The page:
Microsoft, however, has made it easier for organizations to undertake large-scale virtualization projects through a licensing giveaway in Windows Server Datacenter edition. Regardless of the hypervisor you use, you can purchase a Windows Server Datacenter license, which allows you to install an unlimited number of standard, enterprise or DC-based virtual machines on the host to which the primary DC license is assigned. You don't need to actually use the Datacenter software, but simply keep track that you've used that license against a virtual host. From a budget perspective, this can be a big win for your virtualization strategy -- particularly as you increase virtual machine density.

Bottom line: Look for major licensing shortcuts like Windows Server Datacenter's unlimited virtualization rights and keep virtualization projects from breaking the budget.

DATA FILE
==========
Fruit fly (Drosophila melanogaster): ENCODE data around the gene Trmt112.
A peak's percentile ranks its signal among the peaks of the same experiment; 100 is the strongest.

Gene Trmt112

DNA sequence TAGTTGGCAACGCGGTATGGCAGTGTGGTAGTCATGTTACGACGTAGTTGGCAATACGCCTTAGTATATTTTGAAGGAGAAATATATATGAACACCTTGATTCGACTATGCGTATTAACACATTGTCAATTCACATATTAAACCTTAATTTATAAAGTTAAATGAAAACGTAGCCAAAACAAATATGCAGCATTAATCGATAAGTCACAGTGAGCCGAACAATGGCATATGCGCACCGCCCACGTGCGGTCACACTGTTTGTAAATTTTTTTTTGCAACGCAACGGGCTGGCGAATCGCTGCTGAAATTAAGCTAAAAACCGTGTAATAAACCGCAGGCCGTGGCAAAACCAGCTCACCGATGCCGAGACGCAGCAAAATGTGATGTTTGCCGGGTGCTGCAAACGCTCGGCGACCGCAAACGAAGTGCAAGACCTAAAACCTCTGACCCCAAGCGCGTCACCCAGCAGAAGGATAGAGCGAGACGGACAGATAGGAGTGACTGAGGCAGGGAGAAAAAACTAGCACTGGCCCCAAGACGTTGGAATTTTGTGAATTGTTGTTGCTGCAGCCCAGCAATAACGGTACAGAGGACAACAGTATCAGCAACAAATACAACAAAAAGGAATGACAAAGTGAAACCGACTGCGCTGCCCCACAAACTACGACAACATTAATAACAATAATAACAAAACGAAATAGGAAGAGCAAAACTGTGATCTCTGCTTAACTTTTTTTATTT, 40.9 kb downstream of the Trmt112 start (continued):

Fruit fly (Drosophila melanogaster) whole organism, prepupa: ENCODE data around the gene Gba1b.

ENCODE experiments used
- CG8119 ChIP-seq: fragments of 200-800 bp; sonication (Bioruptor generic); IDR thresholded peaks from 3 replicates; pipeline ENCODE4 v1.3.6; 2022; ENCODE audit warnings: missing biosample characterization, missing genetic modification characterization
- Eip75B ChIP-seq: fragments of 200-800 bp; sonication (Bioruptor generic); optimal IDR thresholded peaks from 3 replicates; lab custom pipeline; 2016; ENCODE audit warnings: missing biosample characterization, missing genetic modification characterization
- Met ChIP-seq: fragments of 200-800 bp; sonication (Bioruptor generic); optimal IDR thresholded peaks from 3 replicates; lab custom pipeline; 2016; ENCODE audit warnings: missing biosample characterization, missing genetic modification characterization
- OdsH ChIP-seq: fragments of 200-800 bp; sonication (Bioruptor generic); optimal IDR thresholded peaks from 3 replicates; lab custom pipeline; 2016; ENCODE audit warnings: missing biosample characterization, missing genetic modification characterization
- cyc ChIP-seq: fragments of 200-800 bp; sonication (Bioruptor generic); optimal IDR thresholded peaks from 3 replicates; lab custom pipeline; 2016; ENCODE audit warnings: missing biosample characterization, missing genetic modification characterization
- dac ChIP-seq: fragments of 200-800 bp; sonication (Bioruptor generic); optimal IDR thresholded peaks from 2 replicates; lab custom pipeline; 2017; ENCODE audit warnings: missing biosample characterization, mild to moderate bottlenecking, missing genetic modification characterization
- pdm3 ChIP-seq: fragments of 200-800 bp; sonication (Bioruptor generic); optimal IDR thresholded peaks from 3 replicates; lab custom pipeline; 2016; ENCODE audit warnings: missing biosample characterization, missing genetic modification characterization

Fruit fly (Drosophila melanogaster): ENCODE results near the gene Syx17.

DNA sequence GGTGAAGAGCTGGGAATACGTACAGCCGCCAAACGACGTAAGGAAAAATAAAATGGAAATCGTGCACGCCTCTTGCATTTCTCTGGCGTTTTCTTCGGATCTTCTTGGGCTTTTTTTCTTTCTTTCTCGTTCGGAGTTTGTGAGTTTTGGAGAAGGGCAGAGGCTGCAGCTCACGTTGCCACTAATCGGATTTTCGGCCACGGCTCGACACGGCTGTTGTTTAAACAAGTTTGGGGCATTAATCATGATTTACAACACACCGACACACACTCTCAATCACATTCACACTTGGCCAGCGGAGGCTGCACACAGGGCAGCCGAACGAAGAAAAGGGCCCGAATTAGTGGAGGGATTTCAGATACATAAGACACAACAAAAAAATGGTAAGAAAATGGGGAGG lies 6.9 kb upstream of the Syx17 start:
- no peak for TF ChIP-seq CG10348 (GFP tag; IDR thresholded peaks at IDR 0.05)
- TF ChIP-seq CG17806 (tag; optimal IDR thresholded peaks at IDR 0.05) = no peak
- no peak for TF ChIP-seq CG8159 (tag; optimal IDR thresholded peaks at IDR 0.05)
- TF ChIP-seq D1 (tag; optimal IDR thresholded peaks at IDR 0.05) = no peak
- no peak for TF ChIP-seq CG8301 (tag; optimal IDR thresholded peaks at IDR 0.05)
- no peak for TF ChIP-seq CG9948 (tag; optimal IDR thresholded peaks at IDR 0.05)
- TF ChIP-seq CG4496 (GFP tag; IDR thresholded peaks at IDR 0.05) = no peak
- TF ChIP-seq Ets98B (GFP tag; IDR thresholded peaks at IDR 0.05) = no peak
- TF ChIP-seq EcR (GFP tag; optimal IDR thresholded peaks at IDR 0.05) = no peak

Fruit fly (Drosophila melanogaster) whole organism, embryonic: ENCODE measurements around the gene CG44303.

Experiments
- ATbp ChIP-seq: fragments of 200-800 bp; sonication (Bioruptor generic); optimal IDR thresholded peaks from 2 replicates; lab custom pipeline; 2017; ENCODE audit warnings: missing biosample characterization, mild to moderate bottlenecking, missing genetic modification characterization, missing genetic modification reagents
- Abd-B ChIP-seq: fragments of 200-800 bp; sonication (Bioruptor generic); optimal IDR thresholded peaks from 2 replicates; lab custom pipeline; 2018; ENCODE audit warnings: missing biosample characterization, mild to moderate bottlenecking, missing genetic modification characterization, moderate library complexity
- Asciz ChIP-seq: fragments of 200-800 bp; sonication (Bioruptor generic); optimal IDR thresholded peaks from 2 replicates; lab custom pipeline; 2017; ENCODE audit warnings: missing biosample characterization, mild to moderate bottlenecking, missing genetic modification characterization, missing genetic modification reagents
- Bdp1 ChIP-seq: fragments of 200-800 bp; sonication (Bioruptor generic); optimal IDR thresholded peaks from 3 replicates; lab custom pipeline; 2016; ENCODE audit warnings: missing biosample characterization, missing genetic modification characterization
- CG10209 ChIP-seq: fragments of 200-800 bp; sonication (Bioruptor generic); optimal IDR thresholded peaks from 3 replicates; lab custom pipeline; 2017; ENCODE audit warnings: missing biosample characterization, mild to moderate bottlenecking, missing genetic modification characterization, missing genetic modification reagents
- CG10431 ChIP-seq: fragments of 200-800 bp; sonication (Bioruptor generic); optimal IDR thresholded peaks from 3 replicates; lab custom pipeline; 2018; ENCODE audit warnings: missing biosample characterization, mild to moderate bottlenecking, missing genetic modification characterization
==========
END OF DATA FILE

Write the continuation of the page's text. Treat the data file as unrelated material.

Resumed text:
Hypervisor monitoring software: Virtual host optimization is a great way to stretch your virtualization investment as far as possible. Makes sure that you eke out every IOPS, and use up every KB of RAM, by assigning the exact amount of computing resources to your virtual machines.

There are a number of companies that provide products to help you with this effort. By buying this software up front, you can avoid additional costs down the line.

Bottom line: Don't skip the monitoring software. Although it's an up-front budget add, it's well worth the small cost in the project lifecycle

It's important not to underbudget when planning your virtualization strategy. Doing so may lead to cutting too many corners early on, which can lead to spending more (time, money, resources) throughout the life of the project just to catch up.

Scott Lowe is CIO of Westminster College in Fulton, Mo. Write to him at editor@searchcio-midmarket.com or tt@slowe.com.

This was first published in May 2010